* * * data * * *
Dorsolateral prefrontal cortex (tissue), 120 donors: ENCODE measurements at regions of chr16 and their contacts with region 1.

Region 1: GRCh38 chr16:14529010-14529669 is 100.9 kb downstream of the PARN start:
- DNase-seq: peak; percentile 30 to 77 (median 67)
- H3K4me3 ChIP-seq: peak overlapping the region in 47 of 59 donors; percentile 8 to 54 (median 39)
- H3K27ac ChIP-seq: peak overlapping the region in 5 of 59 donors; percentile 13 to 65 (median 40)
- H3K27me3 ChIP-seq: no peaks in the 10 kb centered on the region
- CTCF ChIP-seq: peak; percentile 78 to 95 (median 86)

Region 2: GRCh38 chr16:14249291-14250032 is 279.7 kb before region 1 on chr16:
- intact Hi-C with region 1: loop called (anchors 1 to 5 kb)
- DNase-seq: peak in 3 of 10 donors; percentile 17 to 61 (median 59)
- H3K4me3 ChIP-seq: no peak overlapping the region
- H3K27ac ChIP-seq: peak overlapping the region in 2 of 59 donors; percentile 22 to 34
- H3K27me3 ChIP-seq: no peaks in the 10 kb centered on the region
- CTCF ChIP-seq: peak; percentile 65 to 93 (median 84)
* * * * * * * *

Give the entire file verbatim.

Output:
Dorsolateral prefrontal cortex (tissue), 120 donors: ENCODE measurements at regions of chr16 and their contacts with region 1.

Region 1: GRCh38 chr16:14529010-14529669 is 100.9 kb downstream of the PARN start:
- DNase-seq: peak; percentile 30 to 77 (median 67)
- H3K4me3 ChIP-seq: peak overlapping the region in 47 of 59 donors; percentile 8 to 54 (median 39)
- H3K27ac ChIP-seq: peak overlapping the region in 5 of 59 donors; percentile 13 to 65 (median 40)
- H3K27me3 ChIP-seq: no peaks in the 10 kb centered on the region
- CTCF ChIP-seq: peak; percentile 78 to 95 (median 86)

Region 2: GRCh38 chr16:14249291-14250032 is 279.7 kb before region 1 on chr16:
- intact Hi-C with region 1: loop called (anchors 1 to 5 kb)
- DNase-seq: peak in 3 of 10 donors; percentile 17 to 61 (median 59)
- H3K4me3 ChIP-seq: no peak overlapping the region
- H3K27ac ChIP-seq: peak overlapping the region in 2 of 59 donors; percentile 22 to 34
- H3K27me3 ChIP-seq: no peaks in the 10 kb centered on the region
- CTCF ChIP-seq: peak; percentile 65 to 93 (median 84)